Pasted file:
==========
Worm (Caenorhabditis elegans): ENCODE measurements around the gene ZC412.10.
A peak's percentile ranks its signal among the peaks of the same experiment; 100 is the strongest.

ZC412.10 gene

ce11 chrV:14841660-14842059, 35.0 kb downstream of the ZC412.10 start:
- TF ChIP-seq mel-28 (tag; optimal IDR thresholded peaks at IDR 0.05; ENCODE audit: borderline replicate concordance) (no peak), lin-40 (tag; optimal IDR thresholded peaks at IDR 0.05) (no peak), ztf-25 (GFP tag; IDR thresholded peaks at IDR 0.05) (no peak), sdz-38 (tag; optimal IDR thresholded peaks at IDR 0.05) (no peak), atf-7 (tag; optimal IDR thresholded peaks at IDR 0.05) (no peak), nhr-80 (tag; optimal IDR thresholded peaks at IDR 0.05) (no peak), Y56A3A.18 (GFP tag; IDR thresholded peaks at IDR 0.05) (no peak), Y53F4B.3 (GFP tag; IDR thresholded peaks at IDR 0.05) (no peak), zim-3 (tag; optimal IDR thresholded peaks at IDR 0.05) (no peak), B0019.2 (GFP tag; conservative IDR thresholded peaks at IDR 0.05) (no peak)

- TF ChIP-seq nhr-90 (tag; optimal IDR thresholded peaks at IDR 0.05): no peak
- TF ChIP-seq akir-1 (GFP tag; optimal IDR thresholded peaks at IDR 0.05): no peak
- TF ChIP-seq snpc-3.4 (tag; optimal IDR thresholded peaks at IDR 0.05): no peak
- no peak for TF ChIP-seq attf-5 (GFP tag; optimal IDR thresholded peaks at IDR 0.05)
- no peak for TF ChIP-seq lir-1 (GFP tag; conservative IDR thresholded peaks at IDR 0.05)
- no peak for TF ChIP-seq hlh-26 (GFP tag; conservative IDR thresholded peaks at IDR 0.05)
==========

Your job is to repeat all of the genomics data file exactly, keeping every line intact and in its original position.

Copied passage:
Worm (Caenorhabditis elegans): ENCODE measurements around the gene ZC412.10.
A peak's percentile ranks its signal among the peaks of the same experiment; 100 is the strongest.

ZC412.10 gene

ce11 chrV:14841660-14842059, 35.0 kb downstream of the ZC412.10 start:
- TF ChIP-seq mel-28 (tag; optimal IDR thresholded peaks at IDR 0.05; ENCODE audit: borderline replicate concordance) (no peak), lin-40 (tag; optimal IDR thresholded peaks at IDR 0.05) (no peak), ztf-25 (GFP tag; IDR thresholded peaks at IDR 0.05) (no peak), sdz-38 (tag; optimal IDR thresholded peaks at IDR 0.05) (no peak), atf-7 (tag; optimal IDR thresholded peaks at IDR 0.05) (no peak), nhr-80 (tag; optimal IDR thresholded peaks at IDR 0.05) (no peak), Y56A3A.18 (GFP tag; IDR thresholded peaks at IDR 0.05) (no peak), Y53F4B.3 (GFP tag; IDR thresholded peaks at IDR 0.05) (no peak), zim-3 (tag; optimal IDR thresholded peaks at IDR 0.05) (no peak), B0019.2 (GFP tag; conservative IDR thresholded peaks at IDR 0.05) (no peak)

- TF ChIP-seq nhr-90 (tag; optimal IDR thresholded peaks at IDR 0.05): no peak
- TF ChIP-seq akir-1 (GFP tag; optimal IDR thresholded peaks at IDR 0.05): no peak
- TF ChIP-seq snpc-3.4 (tag; optimal IDR thresholded peaks at IDR 0.05): no peak
- no peak for TF ChIP-seq attf-5 (GFP tag; optimal IDR thresholded peaks at IDR 0.05)
- no peak for TF ChIP-seq lir-1 (GFP tag; conservative IDR thresholded peaks at IDR 0.05)
- no peak for TF ChIP-seq hlh-26 (GFP tag; conservative IDR thresholded peaks at IDR 0.05)